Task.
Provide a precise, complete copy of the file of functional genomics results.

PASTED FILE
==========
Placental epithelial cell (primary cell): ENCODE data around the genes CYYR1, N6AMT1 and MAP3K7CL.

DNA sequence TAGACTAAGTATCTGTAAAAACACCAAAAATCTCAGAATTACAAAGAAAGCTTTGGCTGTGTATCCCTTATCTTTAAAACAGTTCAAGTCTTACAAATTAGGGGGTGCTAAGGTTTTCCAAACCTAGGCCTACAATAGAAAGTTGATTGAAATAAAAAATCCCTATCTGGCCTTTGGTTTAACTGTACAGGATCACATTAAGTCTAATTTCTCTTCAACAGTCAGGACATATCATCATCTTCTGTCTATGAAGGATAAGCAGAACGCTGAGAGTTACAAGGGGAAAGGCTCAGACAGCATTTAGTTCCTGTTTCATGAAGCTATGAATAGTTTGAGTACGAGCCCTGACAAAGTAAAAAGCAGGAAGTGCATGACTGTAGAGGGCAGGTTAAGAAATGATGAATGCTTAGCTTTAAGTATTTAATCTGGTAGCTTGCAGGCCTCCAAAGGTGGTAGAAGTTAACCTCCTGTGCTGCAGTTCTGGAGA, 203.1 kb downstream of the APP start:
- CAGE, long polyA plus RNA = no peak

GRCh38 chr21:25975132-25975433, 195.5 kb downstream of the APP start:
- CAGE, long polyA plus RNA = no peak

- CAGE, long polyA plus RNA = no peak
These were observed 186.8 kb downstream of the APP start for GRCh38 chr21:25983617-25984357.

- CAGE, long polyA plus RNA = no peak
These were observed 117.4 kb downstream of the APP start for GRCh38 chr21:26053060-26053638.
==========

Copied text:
Placental epithelial cell (primary cell): ENCODE data around the genes CYYR1, N6AMT1 and MAP3K7CL.

DNA sequence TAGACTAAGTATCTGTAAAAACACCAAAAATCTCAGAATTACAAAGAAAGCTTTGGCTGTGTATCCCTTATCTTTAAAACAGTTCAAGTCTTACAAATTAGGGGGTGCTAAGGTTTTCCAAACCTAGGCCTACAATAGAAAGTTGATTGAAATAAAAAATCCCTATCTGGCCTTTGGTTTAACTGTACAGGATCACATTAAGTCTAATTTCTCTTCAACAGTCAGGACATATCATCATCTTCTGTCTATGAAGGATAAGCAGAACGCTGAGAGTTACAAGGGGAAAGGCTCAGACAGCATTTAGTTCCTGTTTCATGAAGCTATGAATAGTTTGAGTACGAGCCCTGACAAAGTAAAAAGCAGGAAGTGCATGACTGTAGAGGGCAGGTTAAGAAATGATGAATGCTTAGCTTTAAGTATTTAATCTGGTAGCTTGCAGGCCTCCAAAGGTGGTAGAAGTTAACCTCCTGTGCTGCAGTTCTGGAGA, 203.1 kb downstream of the APP start:
- CAGE, long polyA plus RNA = no peak

GRCh38 chr21:25975132-25975433, 195.5 kb downstream of the APP start:
- CAGE, long polyA plus RNA = no peak

- CAGE, long polyA plus RNA = no peak
These were observed 186.8 kb downstream of the APP start for GRCh38 chr21:25983617-25984357.

- CAGE, long polyA plus RNA = no peak
These were observed 117.4 kb downstream of the APP start for GRCh38 chr21:26053060-26053638.